Saturday, December 01, 2007

Scent of stray thoughts

The other night I stopped with my youngest son at Zio Johno's, an Italian place with fabulous food and warm atmosphere. While we waited for our bagged order, an older gentleman entered, ordered food, and walked past us to seat himself on one of the wooden chairs under the beautiful mural of an Italian canal.

An invisible but unmistakable trail of thrift-store odor wafted behind him. Not body-odor (which is unbearable and, let's be honest, should not be allowed in public places!), but no, this was the distinct all-world smell prevalent in Salvation Army Thrift Stores, Goodwill Stores, and Value Village Stores stretching across America. (I tell you this at risk of revealing that I've shopped in these stores. There, now you know.)

But at that moment, I wondered about this universal scent that inhabits these stores; this scent had escaped and followed this man like the dust behind the Peanuts character, Pig-Pen. (PEANUTS © 2005, United Feature Syndicate, Inc.)

My thoughts careened off in their own directions: Is it possible that all those used clothing items housed together results in a blended smell? If so, is this the smell of humanity? Curious thought.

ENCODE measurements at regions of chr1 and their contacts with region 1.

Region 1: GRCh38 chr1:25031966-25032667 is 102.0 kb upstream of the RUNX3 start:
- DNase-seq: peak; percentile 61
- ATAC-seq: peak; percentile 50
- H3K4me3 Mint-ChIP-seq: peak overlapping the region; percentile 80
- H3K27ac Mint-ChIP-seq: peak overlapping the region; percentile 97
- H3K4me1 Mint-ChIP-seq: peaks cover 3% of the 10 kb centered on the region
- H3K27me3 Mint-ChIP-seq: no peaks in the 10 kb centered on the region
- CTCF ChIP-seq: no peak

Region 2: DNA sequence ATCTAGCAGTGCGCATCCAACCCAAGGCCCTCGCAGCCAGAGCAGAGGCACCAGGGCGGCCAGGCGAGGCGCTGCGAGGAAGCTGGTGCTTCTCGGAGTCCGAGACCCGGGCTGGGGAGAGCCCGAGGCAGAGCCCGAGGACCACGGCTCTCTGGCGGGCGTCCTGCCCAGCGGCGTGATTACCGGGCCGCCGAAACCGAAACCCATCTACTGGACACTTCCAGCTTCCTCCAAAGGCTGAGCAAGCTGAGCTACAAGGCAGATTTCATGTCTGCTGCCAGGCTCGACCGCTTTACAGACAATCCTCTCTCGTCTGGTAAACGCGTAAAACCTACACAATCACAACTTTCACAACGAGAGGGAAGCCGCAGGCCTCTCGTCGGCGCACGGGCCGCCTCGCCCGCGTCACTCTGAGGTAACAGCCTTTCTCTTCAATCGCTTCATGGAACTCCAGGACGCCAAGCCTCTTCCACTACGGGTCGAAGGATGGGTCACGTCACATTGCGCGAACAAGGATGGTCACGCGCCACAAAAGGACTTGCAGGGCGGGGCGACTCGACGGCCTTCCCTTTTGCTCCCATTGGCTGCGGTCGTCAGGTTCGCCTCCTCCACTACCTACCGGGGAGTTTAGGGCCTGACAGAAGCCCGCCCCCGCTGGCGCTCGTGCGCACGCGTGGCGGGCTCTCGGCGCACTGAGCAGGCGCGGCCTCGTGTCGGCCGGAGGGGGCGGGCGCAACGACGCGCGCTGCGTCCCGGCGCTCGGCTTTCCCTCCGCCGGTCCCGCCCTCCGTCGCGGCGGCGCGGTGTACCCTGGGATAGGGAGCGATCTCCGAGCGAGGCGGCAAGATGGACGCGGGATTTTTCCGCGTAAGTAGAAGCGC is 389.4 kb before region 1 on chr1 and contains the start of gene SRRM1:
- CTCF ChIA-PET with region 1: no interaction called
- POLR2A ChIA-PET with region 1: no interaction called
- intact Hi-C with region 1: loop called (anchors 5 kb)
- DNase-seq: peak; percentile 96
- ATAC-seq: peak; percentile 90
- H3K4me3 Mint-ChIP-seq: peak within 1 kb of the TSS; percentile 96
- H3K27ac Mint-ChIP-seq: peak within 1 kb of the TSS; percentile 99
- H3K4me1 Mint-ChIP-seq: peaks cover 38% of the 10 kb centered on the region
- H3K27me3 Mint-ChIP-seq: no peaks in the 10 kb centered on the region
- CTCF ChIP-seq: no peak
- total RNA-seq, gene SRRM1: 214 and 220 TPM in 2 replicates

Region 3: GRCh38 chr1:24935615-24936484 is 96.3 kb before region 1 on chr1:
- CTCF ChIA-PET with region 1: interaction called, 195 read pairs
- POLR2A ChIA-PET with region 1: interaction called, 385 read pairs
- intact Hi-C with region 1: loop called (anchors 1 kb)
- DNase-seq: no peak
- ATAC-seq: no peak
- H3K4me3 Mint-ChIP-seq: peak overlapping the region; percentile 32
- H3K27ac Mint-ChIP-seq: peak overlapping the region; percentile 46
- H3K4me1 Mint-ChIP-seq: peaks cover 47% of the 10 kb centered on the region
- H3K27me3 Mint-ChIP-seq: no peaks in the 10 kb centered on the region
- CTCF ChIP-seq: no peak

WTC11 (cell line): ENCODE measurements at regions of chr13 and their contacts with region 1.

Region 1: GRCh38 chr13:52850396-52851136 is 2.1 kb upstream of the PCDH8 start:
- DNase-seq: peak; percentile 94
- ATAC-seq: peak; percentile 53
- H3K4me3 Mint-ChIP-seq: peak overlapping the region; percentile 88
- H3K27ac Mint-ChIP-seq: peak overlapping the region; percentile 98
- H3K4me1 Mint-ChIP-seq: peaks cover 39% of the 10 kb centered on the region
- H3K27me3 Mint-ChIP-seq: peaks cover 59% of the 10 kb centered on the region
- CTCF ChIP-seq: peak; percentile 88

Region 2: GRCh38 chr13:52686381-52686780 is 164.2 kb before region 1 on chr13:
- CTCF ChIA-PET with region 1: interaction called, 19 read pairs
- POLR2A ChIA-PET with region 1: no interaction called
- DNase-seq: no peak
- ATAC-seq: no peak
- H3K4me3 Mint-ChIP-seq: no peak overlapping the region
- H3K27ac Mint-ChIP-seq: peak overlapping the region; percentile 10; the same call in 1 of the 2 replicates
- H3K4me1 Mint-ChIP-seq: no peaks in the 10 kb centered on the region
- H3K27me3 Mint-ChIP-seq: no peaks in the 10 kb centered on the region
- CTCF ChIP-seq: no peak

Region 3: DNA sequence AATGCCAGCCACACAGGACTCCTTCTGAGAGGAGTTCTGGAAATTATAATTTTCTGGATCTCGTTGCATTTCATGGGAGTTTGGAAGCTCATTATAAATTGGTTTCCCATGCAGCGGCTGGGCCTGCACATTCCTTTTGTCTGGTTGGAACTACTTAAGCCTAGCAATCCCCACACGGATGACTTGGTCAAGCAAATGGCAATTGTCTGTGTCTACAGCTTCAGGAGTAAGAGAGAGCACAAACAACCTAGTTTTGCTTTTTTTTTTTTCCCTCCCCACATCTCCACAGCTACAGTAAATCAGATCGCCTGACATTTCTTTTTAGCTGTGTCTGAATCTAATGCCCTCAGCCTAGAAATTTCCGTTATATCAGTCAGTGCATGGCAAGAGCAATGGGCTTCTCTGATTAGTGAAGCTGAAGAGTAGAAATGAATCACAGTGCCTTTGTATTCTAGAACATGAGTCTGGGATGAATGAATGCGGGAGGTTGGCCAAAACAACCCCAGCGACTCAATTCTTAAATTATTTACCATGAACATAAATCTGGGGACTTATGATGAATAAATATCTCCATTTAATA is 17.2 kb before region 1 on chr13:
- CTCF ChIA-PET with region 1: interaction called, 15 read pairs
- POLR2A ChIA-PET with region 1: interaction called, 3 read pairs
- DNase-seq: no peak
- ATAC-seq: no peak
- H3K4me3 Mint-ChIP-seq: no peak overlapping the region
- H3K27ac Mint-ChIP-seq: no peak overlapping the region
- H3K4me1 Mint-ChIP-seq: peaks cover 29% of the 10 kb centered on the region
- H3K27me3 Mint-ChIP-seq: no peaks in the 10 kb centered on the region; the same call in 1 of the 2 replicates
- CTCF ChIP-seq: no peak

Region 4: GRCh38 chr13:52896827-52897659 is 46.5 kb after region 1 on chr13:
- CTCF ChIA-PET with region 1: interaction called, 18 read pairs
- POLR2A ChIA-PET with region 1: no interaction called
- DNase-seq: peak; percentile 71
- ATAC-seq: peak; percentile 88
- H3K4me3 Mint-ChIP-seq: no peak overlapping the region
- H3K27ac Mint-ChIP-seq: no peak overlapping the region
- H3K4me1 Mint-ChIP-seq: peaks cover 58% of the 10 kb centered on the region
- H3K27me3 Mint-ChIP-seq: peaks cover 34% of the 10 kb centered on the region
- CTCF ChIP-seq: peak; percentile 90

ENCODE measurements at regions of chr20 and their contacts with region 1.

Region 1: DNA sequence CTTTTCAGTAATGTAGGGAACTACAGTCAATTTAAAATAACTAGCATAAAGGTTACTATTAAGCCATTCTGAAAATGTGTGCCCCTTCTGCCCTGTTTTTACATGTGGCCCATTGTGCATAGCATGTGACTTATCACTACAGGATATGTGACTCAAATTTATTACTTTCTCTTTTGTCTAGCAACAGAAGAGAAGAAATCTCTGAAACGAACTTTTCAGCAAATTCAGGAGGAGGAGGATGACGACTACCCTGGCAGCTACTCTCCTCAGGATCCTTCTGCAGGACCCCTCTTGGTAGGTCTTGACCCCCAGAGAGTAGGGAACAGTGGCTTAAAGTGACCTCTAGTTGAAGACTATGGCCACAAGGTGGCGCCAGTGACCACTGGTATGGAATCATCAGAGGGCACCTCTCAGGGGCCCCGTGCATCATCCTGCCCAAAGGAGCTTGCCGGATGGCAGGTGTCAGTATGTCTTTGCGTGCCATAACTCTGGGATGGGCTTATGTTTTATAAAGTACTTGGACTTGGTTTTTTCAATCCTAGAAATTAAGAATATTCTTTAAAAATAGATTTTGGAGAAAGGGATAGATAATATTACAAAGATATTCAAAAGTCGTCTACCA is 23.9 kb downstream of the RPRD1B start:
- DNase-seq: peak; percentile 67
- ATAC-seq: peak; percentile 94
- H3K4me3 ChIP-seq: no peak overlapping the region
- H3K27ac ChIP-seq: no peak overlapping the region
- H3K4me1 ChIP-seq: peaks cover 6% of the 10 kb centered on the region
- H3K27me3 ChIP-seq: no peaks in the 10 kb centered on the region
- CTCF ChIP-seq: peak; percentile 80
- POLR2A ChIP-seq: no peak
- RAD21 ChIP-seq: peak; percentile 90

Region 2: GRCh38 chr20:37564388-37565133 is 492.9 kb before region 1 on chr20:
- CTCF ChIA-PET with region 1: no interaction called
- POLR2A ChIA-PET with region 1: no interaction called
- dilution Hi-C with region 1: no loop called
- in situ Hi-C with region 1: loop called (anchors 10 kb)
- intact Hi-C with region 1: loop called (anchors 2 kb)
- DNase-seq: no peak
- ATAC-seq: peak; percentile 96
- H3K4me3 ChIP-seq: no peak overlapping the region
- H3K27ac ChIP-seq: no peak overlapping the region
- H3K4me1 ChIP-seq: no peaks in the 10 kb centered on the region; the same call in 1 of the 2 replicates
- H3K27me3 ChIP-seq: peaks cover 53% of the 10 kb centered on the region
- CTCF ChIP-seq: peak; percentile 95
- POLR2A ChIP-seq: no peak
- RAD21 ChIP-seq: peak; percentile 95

Or--recalling an unpleasant smell we once detected in our family room until we traced it to the narcissus plant that finally bloomed during the holidays (which suddenly smelled heavenly only because we knew the source; a lesson in the irony of perspective!)--I wondered, was the man simply wearing a particular cologne that I had mistaken for the scent of thrift store?

If so, what cologne could it be? What colognes do I know? Old Spice? Grandpa Swenson wore Old Spice. I think Daddy did, too--once or twice. Can I remember what it smells like? No.

Back to the original thought track: is the man wearing cologne or is it the smell of thrift store clothing, clean except for the slight olfactory trace in the fabric? Does an "Eau de Goodwill" exist for sale to men?

No, of course not. Silly me.

Good for him for saving money and being frugal by shopping second-hand. Maybe it's just that he wore his new duds to make a quick run to the spaghetti restaurant to pick up dinner.

Like us--now wafting smells of tomato sauce and italian spices and warm garlic bread in our wakes.